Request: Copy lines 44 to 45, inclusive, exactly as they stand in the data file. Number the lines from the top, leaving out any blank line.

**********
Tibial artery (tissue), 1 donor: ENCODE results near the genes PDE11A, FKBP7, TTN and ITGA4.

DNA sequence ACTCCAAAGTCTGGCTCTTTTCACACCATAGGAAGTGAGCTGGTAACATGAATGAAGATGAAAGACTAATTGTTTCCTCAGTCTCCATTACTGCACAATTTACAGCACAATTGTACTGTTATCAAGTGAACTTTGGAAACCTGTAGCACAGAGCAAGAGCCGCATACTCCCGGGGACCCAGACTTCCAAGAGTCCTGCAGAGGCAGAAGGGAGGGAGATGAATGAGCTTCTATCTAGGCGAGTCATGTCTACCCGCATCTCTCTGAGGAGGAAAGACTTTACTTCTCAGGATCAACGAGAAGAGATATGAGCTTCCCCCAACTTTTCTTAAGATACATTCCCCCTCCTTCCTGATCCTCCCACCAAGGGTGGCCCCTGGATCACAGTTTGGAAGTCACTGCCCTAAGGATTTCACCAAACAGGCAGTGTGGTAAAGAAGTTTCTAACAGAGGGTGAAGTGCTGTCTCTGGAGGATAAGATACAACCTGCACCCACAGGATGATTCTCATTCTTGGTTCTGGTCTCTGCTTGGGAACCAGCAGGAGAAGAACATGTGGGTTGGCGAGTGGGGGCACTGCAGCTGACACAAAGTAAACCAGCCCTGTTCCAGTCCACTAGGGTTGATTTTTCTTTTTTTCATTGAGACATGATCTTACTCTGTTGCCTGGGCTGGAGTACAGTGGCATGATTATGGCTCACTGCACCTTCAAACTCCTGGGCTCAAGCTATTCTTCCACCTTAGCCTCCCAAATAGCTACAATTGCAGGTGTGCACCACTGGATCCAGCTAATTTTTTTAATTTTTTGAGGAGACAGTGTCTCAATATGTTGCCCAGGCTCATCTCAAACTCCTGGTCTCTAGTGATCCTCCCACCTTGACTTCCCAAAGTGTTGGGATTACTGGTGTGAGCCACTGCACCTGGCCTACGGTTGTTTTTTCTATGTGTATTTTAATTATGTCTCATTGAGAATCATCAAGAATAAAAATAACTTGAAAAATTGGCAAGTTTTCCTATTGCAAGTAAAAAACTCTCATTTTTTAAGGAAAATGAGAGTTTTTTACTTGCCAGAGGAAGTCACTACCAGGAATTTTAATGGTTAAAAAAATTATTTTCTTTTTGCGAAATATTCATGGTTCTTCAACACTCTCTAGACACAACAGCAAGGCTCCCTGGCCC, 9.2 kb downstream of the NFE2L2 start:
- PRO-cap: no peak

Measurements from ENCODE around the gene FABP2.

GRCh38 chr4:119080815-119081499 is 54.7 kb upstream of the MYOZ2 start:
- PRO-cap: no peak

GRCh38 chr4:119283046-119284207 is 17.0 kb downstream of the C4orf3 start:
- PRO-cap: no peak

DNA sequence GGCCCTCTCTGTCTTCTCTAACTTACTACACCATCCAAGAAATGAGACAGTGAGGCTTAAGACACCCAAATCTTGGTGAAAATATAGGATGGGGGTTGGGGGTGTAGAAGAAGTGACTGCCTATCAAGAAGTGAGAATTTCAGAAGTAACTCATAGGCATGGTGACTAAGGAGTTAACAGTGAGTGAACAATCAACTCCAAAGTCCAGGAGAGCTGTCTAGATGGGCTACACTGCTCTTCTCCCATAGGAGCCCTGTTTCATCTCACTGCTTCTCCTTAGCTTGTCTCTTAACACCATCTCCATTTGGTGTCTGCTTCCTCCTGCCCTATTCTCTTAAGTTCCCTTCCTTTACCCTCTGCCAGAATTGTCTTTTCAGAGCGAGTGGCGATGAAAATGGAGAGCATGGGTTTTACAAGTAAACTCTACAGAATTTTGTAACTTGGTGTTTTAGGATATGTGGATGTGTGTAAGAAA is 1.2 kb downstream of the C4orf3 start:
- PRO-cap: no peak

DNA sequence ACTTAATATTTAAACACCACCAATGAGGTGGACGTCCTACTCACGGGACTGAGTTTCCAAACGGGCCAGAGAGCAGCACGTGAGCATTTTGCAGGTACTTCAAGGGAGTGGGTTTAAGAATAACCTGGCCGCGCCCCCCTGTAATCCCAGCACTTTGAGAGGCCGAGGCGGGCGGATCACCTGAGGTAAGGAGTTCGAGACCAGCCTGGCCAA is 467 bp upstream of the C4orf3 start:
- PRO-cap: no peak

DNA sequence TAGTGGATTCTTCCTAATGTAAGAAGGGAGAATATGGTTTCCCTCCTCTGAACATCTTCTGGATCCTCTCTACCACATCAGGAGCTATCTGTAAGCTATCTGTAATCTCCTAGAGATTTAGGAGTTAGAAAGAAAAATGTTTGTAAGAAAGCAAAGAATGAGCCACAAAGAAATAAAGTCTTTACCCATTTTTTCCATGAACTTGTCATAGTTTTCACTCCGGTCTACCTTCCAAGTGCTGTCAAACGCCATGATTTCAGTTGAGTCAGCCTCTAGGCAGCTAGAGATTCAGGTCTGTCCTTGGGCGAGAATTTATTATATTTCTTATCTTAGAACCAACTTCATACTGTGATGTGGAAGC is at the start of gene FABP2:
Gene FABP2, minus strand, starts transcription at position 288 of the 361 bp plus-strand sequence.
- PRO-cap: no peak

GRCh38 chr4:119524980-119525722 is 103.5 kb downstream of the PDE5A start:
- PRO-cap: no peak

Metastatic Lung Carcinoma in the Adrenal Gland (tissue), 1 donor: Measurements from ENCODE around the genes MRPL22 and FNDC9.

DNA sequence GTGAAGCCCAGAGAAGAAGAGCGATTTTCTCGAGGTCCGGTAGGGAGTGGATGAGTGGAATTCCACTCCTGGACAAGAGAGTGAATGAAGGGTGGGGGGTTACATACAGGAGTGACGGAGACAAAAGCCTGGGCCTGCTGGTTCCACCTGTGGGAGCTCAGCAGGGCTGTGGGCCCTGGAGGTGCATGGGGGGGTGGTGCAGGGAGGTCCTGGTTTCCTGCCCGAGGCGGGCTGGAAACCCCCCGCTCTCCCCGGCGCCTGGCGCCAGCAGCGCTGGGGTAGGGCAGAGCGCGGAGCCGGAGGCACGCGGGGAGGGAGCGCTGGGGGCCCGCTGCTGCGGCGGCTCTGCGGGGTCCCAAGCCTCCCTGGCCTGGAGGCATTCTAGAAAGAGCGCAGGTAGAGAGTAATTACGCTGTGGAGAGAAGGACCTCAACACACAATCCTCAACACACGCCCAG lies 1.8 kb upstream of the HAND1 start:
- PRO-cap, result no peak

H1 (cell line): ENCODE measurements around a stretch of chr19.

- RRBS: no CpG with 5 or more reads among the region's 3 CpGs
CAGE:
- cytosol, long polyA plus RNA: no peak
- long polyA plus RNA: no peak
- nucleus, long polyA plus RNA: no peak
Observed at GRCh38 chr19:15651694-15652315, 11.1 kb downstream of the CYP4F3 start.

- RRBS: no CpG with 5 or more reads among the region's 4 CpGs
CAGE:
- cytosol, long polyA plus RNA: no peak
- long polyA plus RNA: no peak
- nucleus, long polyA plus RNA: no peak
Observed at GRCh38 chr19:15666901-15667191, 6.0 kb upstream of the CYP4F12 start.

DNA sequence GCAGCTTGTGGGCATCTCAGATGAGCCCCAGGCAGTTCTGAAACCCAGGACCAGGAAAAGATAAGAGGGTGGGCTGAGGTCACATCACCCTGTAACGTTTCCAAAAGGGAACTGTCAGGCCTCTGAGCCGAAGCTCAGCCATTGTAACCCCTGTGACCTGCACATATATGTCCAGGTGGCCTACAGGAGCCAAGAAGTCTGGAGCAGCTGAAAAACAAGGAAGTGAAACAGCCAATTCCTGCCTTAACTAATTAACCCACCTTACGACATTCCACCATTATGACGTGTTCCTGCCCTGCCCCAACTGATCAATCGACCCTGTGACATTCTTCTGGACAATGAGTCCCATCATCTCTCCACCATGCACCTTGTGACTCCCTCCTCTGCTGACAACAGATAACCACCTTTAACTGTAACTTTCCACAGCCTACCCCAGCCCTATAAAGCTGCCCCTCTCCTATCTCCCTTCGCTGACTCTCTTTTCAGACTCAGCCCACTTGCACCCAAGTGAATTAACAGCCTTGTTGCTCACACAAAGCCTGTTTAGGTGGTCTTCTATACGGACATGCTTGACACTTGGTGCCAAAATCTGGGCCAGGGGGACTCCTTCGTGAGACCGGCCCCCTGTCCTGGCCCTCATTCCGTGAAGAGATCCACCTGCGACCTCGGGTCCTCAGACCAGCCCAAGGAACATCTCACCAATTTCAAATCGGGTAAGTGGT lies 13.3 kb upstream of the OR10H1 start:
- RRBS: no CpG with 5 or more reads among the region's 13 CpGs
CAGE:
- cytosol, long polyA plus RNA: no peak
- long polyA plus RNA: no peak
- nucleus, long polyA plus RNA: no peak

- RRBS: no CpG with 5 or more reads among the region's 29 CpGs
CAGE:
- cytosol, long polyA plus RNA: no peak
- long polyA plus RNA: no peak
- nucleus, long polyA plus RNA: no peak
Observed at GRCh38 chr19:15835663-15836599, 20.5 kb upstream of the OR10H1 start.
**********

- nucleus, long polyA plus RNA: no peak
Observed at GRCh38 chr19:15835663-15836599, 20.5 kb upstream of the OR10H1 start.